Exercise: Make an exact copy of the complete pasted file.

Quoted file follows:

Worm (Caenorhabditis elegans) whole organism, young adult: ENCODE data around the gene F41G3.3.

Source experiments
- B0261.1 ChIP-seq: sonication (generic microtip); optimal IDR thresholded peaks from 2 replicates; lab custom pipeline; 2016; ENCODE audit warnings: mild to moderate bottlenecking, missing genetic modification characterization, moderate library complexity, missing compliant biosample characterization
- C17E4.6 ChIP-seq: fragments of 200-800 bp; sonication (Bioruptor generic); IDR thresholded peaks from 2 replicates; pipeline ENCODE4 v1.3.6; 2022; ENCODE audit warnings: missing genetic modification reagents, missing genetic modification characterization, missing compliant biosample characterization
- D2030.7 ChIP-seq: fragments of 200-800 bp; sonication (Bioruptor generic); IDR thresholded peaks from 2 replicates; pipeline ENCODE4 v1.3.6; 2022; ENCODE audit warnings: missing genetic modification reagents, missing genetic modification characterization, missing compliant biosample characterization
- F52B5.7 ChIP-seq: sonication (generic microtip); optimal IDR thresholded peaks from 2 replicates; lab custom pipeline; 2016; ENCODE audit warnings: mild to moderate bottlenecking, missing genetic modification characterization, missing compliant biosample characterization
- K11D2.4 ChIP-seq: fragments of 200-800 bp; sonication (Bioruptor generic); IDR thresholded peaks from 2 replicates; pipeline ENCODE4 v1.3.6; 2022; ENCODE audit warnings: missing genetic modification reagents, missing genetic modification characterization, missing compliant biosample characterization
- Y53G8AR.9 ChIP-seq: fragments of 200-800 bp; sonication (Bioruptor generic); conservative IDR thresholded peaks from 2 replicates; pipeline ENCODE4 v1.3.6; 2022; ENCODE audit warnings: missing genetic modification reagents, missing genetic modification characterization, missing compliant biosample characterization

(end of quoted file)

Worm (Caenorhabditis elegans) whole organism, young adult: ENCODE data around the gene F41G3.3.

Source experiments
- B0261.1 ChIP-seq: sonication (generic microtip); optimal IDR thresholded peaks from 2 replicates; lab custom pipeline; 2016; ENCODE audit warnings: mild to moderate bottlenecking, missing genetic modification characterization, moderate library complexity, missing compliant biosample characterization
- C17E4.6 ChIP-seq: fragments of 200-800 bp; sonication (Bioruptor generic); IDR thresholded peaks from 2 replicates; pipeline ENCODE4 v1.3.6; 2022; ENCODE audit warnings: missing genetic modification reagents, missing genetic modification characterization, missing compliant biosample characterization
- D2030.7 ChIP-seq: fragments of 200-800 bp; sonication (Bioruptor generic); IDR thresholded peaks from 2 replicates; pipeline ENCODE4 v1.3.6; 2022; ENCODE audit warnings: missing genetic modification reagents, missing genetic modification characterization, missing compliant biosample characterization
- F52B5.7 ChIP-seq: sonication (generic microtip); optimal IDR thresholded peaks from 2 replicates; lab custom pipeline; 2016; ENCODE audit warnings: mild to moderate bottlenecking, missing genetic modification characterization, missing compliant biosample characterization
- K11D2.4 ChIP-seq: fragments of 200-800 bp; sonication (Bioruptor generic); IDR thresholded peaks from 2 replicates; pipeline ENCODE4 v1.3.6; 2022; ENCODE audit warnings: missing genetic modification reagents, missing genetic modification characterization, missing compliant biosample characterization
- Y53G8AR.9 ChIP-seq: fragments of 200-800 bp; sonication (Bioruptor generic); conservative IDR thresholded peaks from 2 replicates; pipeline ENCODE4 v1.3.6; 2022; ENCODE audit warnings: missing genetic modification reagents, missing genetic modification characterization, missing compliant biosample characterization